Wed, Jun-10-15, 04:27
To Good Health!
Plan: IF Fung/LC Westman/Primal
All over the evening news of its approval yesterday, in restricted cases. That's really jumping the queue! Many concerns expressed, but not to worry, just a touch of memory impairment. :-(
By THOMAS M. BURTON
Updated June 9, 2015 7:56 p.m. ET
A Food and Drug Administration advisory panel recommended that the agency approve the cholesterol-lowering drug Praluent, the first of a wave of such cardiovascular drugs expected to raise billions of dollars in revenue and perhaps alter the treatment of cardiovascular disease.
But many panelists said the use of the drug should be limited to certain high-risk groups, such as people with very high cholesterol for genetic reasons because of a condition called familial hypercholesterolemia.
The committee voted 13-3 in favor of Praluent, from France’s Sanofi SA and Regeneron Pharmaceuticals Inc., of Tarrytown, N.Y. But enough panelists expressed caution about the evidence in the companies’ studies, and so it may take longer than the industry would like to get these medicines widely used.
Panel member Brendan M. Everett, director of the cardiology inpatient service at Brigham and Women’s Hospital in Boston, said he would limit the drug’s immediate use to certain patients with genetic high cholesterol. “I would not allow broader use,” Dr. Everett
The new injectable medicine is administered every two weeks, and is generically called alirocumab. It could help some patients who can’t tolerate or aren’t effectively treated with statin drugs such as Lipitor. Another such drug, Repatha from Amgen Inc., will go before the panel on Wednesday.
The panel’s recommendation late Tuesday boosted shares of Sanofi, which was up 3% in after-hours trading at $50.92. Shares of Regeneron had been halted in regular trading Tuesday pending news.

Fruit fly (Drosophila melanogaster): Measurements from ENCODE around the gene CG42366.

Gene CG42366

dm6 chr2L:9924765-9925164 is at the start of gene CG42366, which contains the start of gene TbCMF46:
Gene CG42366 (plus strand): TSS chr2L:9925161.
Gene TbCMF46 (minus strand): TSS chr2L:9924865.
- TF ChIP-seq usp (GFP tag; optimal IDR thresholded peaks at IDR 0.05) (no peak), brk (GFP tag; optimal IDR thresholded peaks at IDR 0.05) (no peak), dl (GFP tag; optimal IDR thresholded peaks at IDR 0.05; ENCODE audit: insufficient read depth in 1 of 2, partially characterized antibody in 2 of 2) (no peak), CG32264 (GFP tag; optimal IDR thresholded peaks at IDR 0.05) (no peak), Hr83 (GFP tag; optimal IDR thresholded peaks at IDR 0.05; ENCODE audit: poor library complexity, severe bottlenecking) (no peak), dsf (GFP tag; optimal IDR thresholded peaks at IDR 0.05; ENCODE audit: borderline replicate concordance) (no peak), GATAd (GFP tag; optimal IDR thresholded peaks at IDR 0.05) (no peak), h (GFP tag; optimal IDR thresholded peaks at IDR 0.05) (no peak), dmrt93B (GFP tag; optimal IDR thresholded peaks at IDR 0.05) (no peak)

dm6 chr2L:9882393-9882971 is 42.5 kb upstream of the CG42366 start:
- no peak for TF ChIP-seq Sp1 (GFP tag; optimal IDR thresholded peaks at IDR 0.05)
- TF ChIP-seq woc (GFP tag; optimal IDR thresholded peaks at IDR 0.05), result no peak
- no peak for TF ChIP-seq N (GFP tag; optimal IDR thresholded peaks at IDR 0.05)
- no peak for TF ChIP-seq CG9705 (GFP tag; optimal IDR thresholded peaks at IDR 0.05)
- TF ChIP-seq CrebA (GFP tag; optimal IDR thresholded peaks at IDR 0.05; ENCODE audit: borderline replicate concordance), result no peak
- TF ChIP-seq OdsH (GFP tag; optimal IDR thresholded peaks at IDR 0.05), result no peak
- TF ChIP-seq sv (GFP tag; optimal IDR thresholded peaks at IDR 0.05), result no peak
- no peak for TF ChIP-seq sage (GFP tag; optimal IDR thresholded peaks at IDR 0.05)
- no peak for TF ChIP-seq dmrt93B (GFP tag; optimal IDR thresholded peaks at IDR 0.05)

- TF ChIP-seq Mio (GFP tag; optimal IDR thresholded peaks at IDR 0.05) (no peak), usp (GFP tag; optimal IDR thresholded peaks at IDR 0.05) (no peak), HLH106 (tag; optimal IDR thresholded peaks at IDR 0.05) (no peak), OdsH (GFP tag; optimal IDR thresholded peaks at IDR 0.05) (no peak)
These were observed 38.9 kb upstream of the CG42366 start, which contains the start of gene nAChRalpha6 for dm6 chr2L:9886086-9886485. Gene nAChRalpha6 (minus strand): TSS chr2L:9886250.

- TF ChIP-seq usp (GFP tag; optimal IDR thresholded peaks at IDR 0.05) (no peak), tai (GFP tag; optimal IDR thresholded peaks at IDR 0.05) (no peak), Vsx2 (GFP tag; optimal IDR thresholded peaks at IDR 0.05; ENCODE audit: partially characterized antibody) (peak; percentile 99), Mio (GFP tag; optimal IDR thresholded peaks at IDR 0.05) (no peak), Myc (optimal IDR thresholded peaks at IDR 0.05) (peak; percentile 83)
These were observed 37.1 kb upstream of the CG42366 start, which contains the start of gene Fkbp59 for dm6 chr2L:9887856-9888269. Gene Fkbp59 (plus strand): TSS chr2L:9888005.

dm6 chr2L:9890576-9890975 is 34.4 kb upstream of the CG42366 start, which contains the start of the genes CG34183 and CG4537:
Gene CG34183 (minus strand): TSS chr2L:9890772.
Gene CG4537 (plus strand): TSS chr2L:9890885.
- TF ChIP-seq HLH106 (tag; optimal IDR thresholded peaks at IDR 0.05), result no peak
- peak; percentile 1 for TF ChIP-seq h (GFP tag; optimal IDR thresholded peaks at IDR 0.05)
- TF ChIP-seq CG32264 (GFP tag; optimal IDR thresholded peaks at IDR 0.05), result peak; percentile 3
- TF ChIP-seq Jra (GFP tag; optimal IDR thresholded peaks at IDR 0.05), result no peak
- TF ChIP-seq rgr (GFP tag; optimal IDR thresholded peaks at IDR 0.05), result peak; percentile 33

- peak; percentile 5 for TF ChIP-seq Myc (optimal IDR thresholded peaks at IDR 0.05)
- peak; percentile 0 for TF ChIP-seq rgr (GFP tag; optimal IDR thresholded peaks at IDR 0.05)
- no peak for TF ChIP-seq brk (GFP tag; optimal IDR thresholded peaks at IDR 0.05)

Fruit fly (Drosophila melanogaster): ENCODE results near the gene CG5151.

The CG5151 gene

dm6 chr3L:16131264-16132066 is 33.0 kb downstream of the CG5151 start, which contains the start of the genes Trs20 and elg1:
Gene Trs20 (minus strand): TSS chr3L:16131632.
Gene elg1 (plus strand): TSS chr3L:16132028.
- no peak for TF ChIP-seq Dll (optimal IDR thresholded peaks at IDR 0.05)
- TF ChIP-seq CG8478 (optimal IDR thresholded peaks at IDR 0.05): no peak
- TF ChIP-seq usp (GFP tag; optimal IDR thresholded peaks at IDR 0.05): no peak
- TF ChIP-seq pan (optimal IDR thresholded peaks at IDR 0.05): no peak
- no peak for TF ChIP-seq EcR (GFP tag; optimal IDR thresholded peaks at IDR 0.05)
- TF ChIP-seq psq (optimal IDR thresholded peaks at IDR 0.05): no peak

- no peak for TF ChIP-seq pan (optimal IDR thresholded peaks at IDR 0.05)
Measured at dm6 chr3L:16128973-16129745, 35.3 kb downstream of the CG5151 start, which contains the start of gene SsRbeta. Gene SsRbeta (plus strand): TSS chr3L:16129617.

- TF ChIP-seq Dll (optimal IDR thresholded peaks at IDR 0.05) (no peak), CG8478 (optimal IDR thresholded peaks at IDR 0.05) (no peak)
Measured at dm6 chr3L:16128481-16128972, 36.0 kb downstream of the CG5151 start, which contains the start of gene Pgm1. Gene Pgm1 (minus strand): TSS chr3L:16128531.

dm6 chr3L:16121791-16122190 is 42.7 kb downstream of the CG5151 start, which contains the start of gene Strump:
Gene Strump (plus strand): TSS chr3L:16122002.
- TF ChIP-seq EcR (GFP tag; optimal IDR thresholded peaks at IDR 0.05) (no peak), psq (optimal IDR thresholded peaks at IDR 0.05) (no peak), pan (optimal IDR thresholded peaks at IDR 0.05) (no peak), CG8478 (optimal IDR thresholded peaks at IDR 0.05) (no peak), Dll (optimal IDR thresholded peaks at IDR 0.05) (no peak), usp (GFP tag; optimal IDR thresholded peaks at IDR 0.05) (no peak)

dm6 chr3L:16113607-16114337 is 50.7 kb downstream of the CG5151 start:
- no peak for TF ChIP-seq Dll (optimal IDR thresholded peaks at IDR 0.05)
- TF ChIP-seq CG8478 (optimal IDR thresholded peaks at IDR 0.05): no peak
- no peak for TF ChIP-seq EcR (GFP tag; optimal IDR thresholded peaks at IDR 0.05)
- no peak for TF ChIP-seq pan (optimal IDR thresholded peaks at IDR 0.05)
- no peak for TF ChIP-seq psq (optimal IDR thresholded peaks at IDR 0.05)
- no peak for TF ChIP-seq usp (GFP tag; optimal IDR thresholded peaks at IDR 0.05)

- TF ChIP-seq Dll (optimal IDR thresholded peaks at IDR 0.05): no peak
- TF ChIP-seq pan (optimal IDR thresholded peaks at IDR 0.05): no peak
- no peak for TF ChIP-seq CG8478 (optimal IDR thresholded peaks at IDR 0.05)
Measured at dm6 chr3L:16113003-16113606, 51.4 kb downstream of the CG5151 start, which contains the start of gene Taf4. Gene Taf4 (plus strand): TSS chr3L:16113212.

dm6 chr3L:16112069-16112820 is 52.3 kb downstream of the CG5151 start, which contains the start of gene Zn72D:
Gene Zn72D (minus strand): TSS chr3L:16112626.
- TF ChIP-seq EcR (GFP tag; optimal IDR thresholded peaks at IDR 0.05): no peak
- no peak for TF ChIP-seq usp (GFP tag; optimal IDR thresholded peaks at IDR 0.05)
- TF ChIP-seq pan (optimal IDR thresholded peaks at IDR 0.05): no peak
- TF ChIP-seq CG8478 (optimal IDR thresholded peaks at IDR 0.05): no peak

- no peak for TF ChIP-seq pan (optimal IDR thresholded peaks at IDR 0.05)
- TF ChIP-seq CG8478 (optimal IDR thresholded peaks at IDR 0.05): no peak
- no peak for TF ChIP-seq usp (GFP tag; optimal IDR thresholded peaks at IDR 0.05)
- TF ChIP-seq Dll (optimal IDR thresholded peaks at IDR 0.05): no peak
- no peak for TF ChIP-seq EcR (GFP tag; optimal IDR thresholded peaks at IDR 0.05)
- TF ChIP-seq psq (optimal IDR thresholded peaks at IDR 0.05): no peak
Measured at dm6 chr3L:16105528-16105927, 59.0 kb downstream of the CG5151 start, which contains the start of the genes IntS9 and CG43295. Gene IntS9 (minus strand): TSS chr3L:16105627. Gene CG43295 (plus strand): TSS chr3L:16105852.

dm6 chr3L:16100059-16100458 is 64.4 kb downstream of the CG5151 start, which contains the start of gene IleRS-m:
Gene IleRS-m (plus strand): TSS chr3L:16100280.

This new class of medicines is often called PCSK9-inhibitors, because they block a protein called PCSK9, which interferes with the liver’s ability to clear so-called bad cholesterol from the bloodstream. That cholesterol, called LDL, is linked to cardiac disease, albeit imperfectly.
Several members of the panel said that while statin drugs have been shown to lower cholesterol and reduce cardiac disease, it’s not clear if these new PCSK9 drugs will do the same. “I don’t believe we have enough data today,” said William R. Hiatt, a cardiologist at the University of Colorado School of Medicine. Statin drugs have been used by millions of people for more than two decades.
The committee’s chairman, Robert J. Smith of Brown University, also expressed the wider concern among several panel members that the effect of LDL “may be different for different patient groups.”
The two companies say they already have a study under way to see if cardiac outcomes improve with the drug, and results are expected in 2017.
The link between LDL and cardiac events like heart attack and stroke isn’t exact, although it has been shown to be significant in a number of cardiovascular studies previously.
One impediment to use of the drug, if it should win FDA approval, is its likely cost. Some Wall Street analysts say such drugs could cost about $1,000 monthly.
The FDA doesn’t always follow the recommendations of its advisory committees, but generally does so.
In clinical studies evaluated by the FDA and advisory committee, Praluent showed “no marked disparities in deaths, serious adverse events or adverse events leading to discontinuation” of the drug, wrote James P. Smith, deputy director of the FDA’s division of metabolism and endocrinology products in the agency’s drug center.
He wrote that there was some memory impairment in a greater incidence of patients with Praluent than in comparison-group patients, but that “was not characterized as serious” in the eight patients reporting this reaction. Also, there were more liver problems with Praluent, with 2.5% of patients suffering them, compared with 1.8% on placebo.
Regarding the effectiveness of the drug, most of the studies showed patients with the drug had their cholesterol lowered by approximately 40% to 60%.
Reviewers for the FDA, in a report for the panel, said the drug “demonstrates early and sustained” lowering of LDL cholesterol, “regardless of background lipid-modifying therapies and is generally well-tolerated.”
Various members of the expert panel, while saying they were overall comfortable with the data on the drug, expressed the concern that studies so far hadn’t gone on for long enough. Kenneth D. Burman, a professor of medicine at Georgetown University and a panel member, said “it seems probable that the drug will be safe over time,” but that, “We need longer-term studies.”
Write to Thomas M. Burton at tom.burton~wsj.com